BELOIT—It seemed appropriate to have Beloiter Bill Chryst hold out five golf balls for a photo, signifying how many times he has recorded a hole in one at Krueger-Haskell Golf Course.
“Hope you don’t mind that they’re red,” Chryst said.
Hey, when you’re a 92-year-old golfer, your golf balls can be any color you want.
Particularly when you’re still posting a hole in one now and then. Chryst nailed down No. 5 last Wednesday on hole No. 4 with a 6-iron.
“It was only playing about 100 yards,” Chryst said. “I hit it and I was down so I couldn’t see it, but I knew it was hit well. I asked they guys, ‘Did that go in the hole? They said, ‘Yes it sure did.’”
Witnessing the feat were Jeff Case, Gary Gard, Roy Kopplin and Ken Williams.
Chryst is originally from northwestern Wisconsin. The company he worked for transferred him to Beloit in 1953.
“I didn’t even know how to spell it,” he says with a laugh. “But I’ve lived here ever since. I started golfing here at the course when I was in my 30s. I’m self-taught, but I played with some good golfers who told me what I was doing wrong.”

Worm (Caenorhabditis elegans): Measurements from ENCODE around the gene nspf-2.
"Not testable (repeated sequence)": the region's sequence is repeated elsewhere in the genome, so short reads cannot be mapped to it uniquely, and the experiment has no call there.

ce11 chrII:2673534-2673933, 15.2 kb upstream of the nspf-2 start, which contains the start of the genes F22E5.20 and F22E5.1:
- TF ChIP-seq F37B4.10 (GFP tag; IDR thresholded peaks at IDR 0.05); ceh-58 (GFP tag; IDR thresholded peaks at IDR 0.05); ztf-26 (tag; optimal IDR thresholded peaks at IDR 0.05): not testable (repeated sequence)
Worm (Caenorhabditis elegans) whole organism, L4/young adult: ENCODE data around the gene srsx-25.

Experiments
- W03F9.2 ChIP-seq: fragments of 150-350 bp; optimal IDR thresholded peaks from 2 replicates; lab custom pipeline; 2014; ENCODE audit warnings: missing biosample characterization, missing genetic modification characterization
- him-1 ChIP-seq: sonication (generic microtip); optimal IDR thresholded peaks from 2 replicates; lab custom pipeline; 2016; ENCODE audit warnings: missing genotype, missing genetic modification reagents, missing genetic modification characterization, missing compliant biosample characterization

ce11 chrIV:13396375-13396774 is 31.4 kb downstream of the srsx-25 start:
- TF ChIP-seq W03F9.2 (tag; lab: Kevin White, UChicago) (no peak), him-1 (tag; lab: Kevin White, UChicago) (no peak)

Chryst has golfed ever since, on a more steady basis since retiring from the telephone company in 1985. He said his first ace came “probably around 40 years ago.” His fourth came just two years ago.
“I’ve got one on each of the four par-3 holes here,” he said.
He is one of the early morning regulars at Krueger-Haskell, golfing four or five weekdays each week.
“I leave the weekends for the younger guys,” he said.
He said the usual daily crew of guys draw cards to break up into teams and then play a best ball scramble format.
“It usually takes us 3 1-2 hours or so to golf the 18 (using carts),” Chryst said. “It’s a nice walk in the park. I’m not sure how long I want to keep doing it. I just take it year to year.”
Does he have another ace in him?
“You never know,” he said. “I’m like everyone else. You just hit and hope.”
• DIVOTS: Monday morning one of Chryst’s golfing buddies, Wade Ivey, shot a rare “albatross” on No. 10. To those unfamiliar with the term, an albratross is a double eagle—shooting three shots below par on a hole.